I was driving just now, listening to the music of a band I get to go see next week, admiring the bright blue of the sky and the shower of yellow leaves drifting over the road. I saw a sign, the kind they use for road work, and it said, "Put down the phone. Just drive."
It's a typical "don't text and drive" sentiment, but something about it I felt in my stomach. Was it the periods? It was like someone talking to you, or sending you a text message, instead of a mere public works announcement.
"Put down the phone. Just drive." Make it simpler. Focus on what you're doing right now. You're not missing anything. It can all wait until later. Right now is this moment, and it's here, and so are you.
I don't feel like I've been writing more lately, but I've definitely been thinking about it more, and thinking about the "why not" of it. The constant investigation of why I'm not writing more. When really I could just put down the phone and drive.
It's a habit to make, and it's mine to make. I can put aside the "I don't have time" and "I don't have anything to say" and "I don't have anything to write about." I can write about why it's so hard to write, or to make it a priority. I can create a practice of writing, ten minutes a day, less, just make it something I do more, more, more of.
"Put down the phone. Just drive." It also made me think about how it's so hard for me to just put things down, to leave things that aren't good for me behind. Just go. Just drive. Put it down already.
While I was driving I also passed a tattoo parlor. (There are a surprising number of them in the Jersey suburbs.) Again I had the thought that I want to get another one. It's probably not exactly the right time, as I don't know what it is I would get, and all of the rest, I knew exactly what I wanted and why. I wanted the permanency of them. I think that's what I like about tattoos, the very thing that scares a lot of people away: the permanency. I don't like giving things up, leaving them behind, letting them go. I want to keep it all with me.
Words are permanent. Or they can be. Writing things down delivers them into the world. Words make a mark. They can be powerful and dangerous and frightening. But, they are nothing to be afraid of.
I'm getting a little bit good at this. Following the arrow of thought wherever it goes. Staying more interested in the arc of its flight, the hue and heft of the feathers on its end, the sharpness of its tip, considering how it might feel piercing the skin or the heart but taking care not to get in the way of it, so as not to find out for real.
Looking at it as a thing of beauty, something to observe and stand in awe of, maybe even learn something from as I bear witness to its trajectory instead of diving in front of it and letting it sink deeply into my flesh.
Avoiding that drama. It's not that hard. You just don't move. You just stay still.
It's a different experience than plunging into the struggle. The pain can still be exquisite, even when you're just looking at it, running your hands gently through the air around and over the arrow instead of actually touching it.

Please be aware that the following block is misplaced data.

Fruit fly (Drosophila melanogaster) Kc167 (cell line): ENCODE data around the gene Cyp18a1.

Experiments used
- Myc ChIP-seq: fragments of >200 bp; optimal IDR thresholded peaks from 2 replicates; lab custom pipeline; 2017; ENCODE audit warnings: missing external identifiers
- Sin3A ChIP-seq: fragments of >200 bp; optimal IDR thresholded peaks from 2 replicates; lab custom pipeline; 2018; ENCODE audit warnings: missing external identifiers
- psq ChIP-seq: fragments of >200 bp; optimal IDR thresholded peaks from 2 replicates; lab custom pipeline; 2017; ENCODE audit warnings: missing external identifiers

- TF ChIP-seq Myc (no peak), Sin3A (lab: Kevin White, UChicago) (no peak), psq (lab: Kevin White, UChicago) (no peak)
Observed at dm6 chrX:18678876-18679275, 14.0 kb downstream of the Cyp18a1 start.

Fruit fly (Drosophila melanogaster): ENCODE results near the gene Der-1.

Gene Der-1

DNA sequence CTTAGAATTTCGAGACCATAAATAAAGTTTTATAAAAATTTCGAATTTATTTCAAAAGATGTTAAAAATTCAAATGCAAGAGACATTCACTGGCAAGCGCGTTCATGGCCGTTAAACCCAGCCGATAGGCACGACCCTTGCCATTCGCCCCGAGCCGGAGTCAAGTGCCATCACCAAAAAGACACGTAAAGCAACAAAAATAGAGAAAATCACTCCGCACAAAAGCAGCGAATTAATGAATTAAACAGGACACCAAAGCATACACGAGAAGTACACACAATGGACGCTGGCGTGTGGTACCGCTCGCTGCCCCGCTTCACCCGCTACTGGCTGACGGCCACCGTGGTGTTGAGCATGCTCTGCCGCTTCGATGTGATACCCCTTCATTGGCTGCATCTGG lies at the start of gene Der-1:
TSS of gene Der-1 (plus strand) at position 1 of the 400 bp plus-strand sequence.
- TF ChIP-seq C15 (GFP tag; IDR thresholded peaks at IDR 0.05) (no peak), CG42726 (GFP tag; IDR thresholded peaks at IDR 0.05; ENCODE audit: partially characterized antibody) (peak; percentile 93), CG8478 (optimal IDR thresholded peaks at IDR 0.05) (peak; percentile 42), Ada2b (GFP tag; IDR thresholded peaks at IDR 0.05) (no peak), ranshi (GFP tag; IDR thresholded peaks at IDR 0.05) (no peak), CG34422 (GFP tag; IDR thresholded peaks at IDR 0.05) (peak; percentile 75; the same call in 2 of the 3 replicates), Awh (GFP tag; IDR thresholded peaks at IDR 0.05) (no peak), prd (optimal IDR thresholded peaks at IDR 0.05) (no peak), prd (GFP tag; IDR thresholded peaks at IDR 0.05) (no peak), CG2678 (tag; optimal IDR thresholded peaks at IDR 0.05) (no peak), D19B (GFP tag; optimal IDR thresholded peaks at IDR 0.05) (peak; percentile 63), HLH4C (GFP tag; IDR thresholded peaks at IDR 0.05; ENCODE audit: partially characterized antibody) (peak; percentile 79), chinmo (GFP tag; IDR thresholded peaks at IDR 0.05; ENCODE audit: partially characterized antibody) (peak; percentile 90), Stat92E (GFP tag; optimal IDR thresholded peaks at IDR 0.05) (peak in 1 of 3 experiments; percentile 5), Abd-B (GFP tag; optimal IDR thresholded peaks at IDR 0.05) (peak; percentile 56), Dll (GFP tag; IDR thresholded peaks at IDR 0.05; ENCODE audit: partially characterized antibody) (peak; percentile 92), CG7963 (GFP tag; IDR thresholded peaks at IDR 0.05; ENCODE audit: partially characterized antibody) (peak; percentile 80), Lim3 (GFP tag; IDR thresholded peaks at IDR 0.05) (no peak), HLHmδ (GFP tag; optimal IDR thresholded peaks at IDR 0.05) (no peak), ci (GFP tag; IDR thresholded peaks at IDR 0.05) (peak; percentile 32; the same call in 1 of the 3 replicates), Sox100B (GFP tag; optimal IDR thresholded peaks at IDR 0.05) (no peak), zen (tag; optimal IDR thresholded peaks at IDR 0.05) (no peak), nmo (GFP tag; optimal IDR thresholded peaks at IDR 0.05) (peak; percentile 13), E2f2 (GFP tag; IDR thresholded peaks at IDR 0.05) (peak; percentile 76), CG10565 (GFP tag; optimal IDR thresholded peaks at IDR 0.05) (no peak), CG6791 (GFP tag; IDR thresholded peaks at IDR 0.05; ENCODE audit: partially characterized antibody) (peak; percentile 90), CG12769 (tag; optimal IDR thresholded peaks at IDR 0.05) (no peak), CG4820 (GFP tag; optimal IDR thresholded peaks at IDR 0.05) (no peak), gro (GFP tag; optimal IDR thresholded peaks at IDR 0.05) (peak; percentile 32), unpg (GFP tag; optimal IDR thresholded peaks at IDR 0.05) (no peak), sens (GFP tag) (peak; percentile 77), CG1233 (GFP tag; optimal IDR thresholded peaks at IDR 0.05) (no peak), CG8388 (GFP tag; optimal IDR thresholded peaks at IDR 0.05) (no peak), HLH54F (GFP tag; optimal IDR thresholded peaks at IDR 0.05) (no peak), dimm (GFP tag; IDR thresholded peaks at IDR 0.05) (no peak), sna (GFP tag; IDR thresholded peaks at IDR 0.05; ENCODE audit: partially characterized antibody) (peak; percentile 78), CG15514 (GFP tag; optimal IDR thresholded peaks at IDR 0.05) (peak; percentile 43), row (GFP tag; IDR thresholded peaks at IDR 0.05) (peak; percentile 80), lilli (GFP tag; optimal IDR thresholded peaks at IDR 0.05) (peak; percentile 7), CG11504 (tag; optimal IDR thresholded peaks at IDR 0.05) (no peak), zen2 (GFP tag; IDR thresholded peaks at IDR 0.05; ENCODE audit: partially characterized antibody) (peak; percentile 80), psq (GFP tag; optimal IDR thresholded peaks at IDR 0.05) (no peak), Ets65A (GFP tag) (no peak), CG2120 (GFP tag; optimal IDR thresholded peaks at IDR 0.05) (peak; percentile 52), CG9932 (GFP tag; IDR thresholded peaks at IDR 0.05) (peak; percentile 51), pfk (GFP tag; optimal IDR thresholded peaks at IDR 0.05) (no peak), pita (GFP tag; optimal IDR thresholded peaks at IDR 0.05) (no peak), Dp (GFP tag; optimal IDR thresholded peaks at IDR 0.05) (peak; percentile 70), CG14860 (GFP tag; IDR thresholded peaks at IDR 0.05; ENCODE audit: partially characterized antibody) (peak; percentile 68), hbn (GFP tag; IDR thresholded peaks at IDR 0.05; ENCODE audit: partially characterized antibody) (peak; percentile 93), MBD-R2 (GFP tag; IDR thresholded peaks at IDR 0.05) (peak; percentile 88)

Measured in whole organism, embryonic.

Breaths and moments and days and weeks go by and I watch as my girls grow up, up and away, gorgeous like fawns, just as stunningly strong and just as beautifully delicate. The pride is fierce but the sadness of feeling them start to slip through my hands is somehow fiercer.
The leaves on the trees are as vivid as the feathers on the ends of the arrows, and soon they'll fall and drift in earnest. The air is crisp and clear, and the early darkness fills the heart to bursting with a beauty that makes me want to weep. The cold is starting to creep in, slowing things down. I'll try to keep watch through the deepness of the coming days, until the arrows of spring start to fly again.
1. I aspired to focus on mood this week, but I find myself thinking about structure.
2. My time is structured for 10 days by working in a new office. A new freelance job. It's day three but I already know my way around, where to get coffee, where the bathroom is. I pride myself on situation--on situating myself in a physical space. It gives me a sense of mastery, even if it's a really rudimentary one.
3. I was just reading an article about how form and limits are necessary in order to find and tap creative freedom. This is true, even though it seems counterintuitive.
4. Yoga is another place where that's become clear to me, maybe the place where it's become most clear. You can't just lengthen out your arm or leg and stretch it--well, you can, but there's a good chance you'll hurt yourself doing it. You have to engage the muscle before you extend it. You have to root yourself.
5. There's something to be said for freewriting, which in its very freedom and stream gives you some form, I guess. This is such a fluid idea, this push and pull.
6. But it always comes back to the push and pull.
7. This article I was reading also talked about motherhood and how having a child gives a women permission to leave nothing for herself, to put it all into this small person you've created. But if you actually did have 24/7 to yourself, to write, say, would that be enough structure for you to actually do it?
8. The pressure and pull of family--whether it's a child or a partner or a sibling or a parent or a friend--that forces you to create a space where there is freedom for yourself.
9. You make a container and then within that you can be free, or fully yourself, your essence. (Is that why cats like boxes so much?)
10. That's the creative feeling we crave, I think, the being with your essence while you're playing with words, or colors, or notes, or images, or whatever our medium is.
11. I do still want to focus on mood and description and the sound and feel of the words.